Does Antonio Margarito Belong In The Top-Ten Of The Greatest Mexican Fighters In History?
31.07.08 - by James Slater: The fighter of the hour, Antonio Margarito has been getting many plaudits after his great win over the previously unbeaten Miguel Cotto - and rightly so. Now firmly in among the pound-for-pound lists of a number of fans and writers, "Tony" has established himself as one of the very best today. But has the welterweight warrior known as "The Tijuana Tornado" done enough to be ranked as one of the ten best ever fighters from Mexico?
Article posted on 01.08.2008
Margarito has a lot going for him when it comes to this question. Possessing the same qualities his predecessors had when it comes to his ability as a fighter - with heart, chin, stamina and mental attitude being uppermost on the 30-year-old's resume - Margarito certainly is the typical Mexican warrior. And now, with his win over Cotto being at the top, "Tony's" list of formidable opposition is building up. Longevity too, is a quality the welterweight has shown. Should he carry on the way he's going - say getting wins over five or six more top-notch opponents from the pick of today's best - Margarito will be a dead-cert for evaluation as one of Mexico's very best. Perhaps not quite there yet, Margarito is pretty damn close.
But cracked the top-ten? As tempting as it is to put the almost unbelievably tough Margarito amongst such exalted company as men like Julio Cesar Chavez, Salvador Sanchez, Erik Morales, Rubin Olivares, Marco Antonio Barrera and Ricardo Lopez, to name but six Mexican legends, I cannot. Not yet, anyway. As I said, though, the way Margarito's going he will be there one day.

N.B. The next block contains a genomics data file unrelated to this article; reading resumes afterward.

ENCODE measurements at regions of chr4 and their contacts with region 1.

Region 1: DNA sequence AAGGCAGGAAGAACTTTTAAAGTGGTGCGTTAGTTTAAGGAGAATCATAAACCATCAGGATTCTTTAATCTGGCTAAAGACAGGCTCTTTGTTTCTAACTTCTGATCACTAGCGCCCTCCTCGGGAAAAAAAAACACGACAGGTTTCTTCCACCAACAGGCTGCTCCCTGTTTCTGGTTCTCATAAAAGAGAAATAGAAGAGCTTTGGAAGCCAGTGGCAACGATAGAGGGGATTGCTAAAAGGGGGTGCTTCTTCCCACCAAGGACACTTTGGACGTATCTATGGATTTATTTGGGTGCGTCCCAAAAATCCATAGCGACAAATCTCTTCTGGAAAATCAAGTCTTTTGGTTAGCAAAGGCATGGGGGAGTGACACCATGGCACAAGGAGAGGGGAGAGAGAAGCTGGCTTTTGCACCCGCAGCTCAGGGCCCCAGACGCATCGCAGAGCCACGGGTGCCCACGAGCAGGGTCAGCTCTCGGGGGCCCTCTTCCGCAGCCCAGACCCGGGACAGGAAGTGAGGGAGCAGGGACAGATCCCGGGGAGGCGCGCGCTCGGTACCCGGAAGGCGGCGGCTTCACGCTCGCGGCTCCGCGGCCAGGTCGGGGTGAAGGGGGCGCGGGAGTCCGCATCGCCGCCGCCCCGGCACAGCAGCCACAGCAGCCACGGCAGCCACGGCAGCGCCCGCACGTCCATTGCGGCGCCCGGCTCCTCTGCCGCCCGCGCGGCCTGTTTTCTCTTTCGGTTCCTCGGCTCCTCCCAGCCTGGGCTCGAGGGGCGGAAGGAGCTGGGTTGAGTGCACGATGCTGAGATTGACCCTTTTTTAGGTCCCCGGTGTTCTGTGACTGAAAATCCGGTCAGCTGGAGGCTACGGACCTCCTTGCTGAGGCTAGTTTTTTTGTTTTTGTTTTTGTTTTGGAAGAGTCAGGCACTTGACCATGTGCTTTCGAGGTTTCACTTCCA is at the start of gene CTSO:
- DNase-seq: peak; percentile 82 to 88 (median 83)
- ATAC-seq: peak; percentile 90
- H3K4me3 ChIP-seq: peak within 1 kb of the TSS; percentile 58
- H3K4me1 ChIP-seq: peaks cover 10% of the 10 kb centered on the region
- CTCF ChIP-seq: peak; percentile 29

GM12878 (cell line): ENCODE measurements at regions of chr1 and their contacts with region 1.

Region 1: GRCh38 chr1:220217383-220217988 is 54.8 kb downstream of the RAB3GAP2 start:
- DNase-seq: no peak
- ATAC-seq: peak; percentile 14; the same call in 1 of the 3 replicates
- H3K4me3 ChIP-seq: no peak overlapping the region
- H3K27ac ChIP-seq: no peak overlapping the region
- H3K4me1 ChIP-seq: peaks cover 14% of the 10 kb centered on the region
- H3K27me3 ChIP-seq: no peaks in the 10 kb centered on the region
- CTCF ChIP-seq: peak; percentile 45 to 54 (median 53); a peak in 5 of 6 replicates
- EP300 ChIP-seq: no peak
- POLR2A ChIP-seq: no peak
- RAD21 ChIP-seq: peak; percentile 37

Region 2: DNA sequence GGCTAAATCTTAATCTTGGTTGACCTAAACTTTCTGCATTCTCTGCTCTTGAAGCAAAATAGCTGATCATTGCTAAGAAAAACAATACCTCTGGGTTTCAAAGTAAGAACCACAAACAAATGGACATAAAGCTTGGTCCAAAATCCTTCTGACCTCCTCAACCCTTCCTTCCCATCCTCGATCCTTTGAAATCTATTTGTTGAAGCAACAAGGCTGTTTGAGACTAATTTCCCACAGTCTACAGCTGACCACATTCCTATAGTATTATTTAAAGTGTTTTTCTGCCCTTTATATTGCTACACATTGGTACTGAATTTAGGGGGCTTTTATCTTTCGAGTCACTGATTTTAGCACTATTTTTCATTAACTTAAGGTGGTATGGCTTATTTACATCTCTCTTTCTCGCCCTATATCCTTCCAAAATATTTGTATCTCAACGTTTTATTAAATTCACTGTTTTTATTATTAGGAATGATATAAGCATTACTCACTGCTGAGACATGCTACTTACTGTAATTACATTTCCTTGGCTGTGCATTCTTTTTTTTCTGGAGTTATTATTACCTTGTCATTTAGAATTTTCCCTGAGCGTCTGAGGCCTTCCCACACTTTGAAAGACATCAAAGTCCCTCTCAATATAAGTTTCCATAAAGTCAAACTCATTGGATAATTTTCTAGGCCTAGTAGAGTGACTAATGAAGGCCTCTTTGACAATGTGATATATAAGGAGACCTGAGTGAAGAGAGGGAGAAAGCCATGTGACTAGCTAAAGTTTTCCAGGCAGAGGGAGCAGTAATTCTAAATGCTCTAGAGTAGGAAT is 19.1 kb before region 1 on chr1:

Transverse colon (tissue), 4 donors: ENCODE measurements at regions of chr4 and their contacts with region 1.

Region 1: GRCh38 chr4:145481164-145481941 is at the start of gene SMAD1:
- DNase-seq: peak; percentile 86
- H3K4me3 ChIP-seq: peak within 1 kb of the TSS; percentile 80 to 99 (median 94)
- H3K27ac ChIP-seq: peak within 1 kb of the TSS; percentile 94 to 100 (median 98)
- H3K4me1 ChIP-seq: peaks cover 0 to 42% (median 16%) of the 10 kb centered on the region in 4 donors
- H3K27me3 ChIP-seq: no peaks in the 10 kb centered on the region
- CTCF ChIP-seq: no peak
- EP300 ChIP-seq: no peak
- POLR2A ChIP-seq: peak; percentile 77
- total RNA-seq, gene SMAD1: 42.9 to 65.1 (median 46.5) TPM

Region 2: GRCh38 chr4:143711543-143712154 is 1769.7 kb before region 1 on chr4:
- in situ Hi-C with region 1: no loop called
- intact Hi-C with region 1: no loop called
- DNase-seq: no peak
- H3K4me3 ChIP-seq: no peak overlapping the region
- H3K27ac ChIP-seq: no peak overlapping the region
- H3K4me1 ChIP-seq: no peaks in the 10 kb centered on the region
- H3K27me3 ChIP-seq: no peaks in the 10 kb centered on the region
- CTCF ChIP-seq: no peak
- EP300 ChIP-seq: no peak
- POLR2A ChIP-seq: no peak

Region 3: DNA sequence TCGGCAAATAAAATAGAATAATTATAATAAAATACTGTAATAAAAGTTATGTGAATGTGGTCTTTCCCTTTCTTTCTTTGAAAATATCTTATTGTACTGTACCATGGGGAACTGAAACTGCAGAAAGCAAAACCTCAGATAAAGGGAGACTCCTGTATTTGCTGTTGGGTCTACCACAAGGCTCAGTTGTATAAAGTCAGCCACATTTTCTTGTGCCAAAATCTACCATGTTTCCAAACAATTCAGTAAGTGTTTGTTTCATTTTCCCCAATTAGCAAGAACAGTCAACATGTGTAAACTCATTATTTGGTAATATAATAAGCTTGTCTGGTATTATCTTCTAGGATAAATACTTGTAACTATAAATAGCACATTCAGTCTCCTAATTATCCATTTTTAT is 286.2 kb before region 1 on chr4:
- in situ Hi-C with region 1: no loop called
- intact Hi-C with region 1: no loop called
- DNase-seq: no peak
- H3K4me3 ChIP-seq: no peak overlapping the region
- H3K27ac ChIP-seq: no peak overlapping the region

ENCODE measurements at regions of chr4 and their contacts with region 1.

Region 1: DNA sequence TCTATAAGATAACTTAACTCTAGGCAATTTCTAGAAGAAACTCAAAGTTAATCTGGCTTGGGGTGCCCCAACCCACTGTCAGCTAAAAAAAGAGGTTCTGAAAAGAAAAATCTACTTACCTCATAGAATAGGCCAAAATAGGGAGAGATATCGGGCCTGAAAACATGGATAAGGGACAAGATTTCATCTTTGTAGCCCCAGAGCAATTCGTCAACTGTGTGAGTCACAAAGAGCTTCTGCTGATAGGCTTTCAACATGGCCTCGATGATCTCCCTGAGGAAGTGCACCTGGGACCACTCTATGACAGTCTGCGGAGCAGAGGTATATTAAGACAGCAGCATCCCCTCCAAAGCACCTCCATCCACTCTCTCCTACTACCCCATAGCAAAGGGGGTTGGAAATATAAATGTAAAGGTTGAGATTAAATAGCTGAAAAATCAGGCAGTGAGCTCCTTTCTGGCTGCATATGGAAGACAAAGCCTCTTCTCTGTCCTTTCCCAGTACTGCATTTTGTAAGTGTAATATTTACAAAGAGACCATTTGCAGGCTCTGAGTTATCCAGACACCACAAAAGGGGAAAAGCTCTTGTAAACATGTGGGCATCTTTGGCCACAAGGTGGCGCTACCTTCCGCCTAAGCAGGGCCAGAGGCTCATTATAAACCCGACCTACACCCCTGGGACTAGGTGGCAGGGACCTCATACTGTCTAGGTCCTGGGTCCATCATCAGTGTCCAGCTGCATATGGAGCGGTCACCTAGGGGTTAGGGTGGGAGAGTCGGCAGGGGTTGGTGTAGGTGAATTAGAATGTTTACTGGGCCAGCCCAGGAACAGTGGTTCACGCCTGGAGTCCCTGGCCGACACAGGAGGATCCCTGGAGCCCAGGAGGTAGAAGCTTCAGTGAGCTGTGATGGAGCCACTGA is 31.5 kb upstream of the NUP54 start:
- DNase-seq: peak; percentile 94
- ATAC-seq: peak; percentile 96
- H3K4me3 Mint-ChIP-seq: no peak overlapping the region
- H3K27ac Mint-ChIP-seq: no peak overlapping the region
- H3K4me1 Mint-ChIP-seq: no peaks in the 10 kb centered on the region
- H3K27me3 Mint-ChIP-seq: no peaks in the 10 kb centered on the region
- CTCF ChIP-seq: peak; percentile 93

Wins over Paul Williams (in a rematch), Floyd Mayweather (if "Money" ever fights again), "Sugar" Shane Mosley, Zab Judah, Joshua Clottey (in a rematch) and Oscar De La Hoya would do it. Doubly so if these wins came by stoppage. Margarito wants these fights, it's just a matter of whether or not he will get them. It's unlikely the humble warrior from Tijuana will be thinking too much about his legacy at this point, though. Concentrating only on earning the money he deserves and in giving his fans the best fights possible, Margarito is simply getting on with his fighting.
Never boastful when he wins, you will not hear Margarito shouting how he is the best fighter to have ever come from Mexico. Far too unassuming for that, the 30-year-old welterweight powerhouse will let other people decide his place in history for him.
In a few, likely eventful and crowd pleasing years from now - when he's hung up his gloves and is no longer destroying rival fighters - historian's will be doing just this.
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